Monday, June 6, 2016

Just "Monkey-ing" Around

Social media makes big impressions on the public. Within minutes, the next big story might be trending on Twitter and Facebook with a designated hashtag. Just like that and the entire world has coverage on what is happening. The problem is that the public receives so much coverage from social media that sometimes they might not be able to filter through the "trash". Yes, if you don't know by now, there are tons of media that give certain perceptions to the public on a given situation. Either due to lack of information or feeling strongly about a stance regarding the situation, sometimes the public might be drawn to think a certain way. This is exactly what happened throughout this past week with the Cincinnati Zoo incident.

Pictured above is the silverback gorilla, Harambe, that was shot by the Cincinnati Zoo on May 28, 2016. To summarize the events that took place on that Saturday, here is a quick description: A 4-year-old boy climbed over the fence protecting the public from the enclosure and then fell 15 feet into the mote where the gorillas were residing. There has been continuous debate on whether or not the blame should fall on the parents of the child for not watching him closely enough or the zoo for not making the best decision. But honestly, how can we sit here and judge either side when we were not there firsthand to make an informed judgment? Maybe the mother turned around for just a quick second and that is when the little boy decided to take off when he could. Maybe the zoo made the best decision they could based on the given circumstances. To make an informed judgment, you have to filter through all the biased articles. The articles and media that present the evidence in a neutral way is the best way to go. After filtering through the "trash" I found a video that I feel gives a fair depiction of the events:

As stated in the video, the situation was a sad play of events. The zoo was left with little options and did what they had to do. The gorilla had a hard time processing that the people up above the enclosure screaming were actually the child's benefactors. Harambe was doing what he felt natural and that was to protect the child from the loud crowd of people. But there is no room for taking chances, so the zoo unfortunately had to take the life of Harambe in order to assure that the child was safe.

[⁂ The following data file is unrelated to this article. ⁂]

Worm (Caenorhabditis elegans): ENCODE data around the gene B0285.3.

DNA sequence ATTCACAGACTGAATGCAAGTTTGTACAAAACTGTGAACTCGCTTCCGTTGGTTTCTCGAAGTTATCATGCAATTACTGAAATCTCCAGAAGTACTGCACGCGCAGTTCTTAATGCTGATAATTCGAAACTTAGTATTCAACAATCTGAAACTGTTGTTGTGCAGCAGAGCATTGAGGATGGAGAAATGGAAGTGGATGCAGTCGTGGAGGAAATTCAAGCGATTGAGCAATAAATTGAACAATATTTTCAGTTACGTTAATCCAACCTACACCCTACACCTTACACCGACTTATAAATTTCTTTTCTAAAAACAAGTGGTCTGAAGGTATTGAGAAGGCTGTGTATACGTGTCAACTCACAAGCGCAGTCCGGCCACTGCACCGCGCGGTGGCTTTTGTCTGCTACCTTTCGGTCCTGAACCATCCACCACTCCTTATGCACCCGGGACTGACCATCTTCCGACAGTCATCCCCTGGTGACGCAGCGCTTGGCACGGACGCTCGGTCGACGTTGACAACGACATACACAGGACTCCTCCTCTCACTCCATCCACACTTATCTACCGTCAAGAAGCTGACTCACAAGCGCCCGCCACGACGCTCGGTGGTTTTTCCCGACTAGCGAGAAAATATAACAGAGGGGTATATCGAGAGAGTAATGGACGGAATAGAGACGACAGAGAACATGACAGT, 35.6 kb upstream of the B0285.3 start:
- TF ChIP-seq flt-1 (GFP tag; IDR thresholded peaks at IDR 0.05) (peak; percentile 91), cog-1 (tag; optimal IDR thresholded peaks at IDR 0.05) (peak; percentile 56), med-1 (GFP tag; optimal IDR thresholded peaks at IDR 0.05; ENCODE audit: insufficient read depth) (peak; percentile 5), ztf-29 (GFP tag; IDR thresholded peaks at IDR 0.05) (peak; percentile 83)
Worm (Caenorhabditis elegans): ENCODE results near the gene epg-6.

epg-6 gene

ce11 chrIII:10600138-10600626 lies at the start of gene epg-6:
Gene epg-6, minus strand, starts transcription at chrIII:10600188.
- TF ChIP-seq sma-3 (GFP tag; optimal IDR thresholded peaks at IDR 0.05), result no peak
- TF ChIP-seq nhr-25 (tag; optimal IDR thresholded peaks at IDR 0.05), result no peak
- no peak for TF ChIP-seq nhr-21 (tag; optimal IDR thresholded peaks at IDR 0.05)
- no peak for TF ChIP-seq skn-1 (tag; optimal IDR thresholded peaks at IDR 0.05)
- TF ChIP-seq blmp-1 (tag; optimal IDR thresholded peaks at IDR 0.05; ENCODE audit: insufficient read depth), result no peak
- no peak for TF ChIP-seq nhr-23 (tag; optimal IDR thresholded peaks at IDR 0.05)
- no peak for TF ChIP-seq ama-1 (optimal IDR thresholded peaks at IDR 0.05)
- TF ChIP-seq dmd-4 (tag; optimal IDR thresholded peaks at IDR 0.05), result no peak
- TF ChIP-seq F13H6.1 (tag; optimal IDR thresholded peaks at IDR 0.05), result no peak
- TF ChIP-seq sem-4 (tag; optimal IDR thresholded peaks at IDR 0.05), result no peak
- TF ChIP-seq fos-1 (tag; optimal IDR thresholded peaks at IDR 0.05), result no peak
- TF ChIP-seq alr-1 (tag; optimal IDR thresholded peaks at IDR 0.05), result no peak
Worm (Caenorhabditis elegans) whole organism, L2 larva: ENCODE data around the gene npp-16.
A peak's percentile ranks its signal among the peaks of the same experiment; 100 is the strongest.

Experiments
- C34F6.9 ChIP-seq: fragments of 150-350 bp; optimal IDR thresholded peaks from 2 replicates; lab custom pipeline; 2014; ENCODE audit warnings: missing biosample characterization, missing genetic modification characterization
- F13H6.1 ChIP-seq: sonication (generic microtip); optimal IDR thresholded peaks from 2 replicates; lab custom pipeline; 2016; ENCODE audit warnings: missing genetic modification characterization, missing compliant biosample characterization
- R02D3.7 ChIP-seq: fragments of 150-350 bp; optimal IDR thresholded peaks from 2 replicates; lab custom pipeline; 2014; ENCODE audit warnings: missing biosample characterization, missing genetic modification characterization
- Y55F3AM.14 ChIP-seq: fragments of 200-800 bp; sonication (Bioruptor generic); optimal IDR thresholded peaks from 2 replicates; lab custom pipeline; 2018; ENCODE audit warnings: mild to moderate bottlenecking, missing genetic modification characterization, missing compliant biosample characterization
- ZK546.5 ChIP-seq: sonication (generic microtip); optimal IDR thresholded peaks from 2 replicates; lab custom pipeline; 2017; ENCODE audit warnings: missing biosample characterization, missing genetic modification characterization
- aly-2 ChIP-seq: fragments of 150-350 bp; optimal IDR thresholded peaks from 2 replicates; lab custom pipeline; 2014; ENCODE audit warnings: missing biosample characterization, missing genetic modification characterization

The sad part about this is how much angst and argument this chaos has caused. With social media nowadays, you can post anything you want. So once one person says something then there is bound to be another person coming back with a response. With all of the negative comments regarding the situation, social media has taken a tumble effect and created a persona for the mother of the child and the Cincinnati Zoo. Instead of throwing blame on either party, there should be more talk of how to find a solution to these types of problems. Thinking of ways to make the barriers between the enclosures and the public more safe should be the number one trending topic rather than why the mother shouldn't be allowed to parent children.

Harambe will be missed for sure. For any more information regarding Harambe go to:

Thanks for reading you high societal souls. Keep this lesson in your mind this week: Stop monkey-ing around and reach for the stars!

Word of the Day: Gegenschein
Definition: A faint, elliptical patch of light in the night sky that appears opposite the sun, being a reflection of sunlight by meteoric material in space.

All the best

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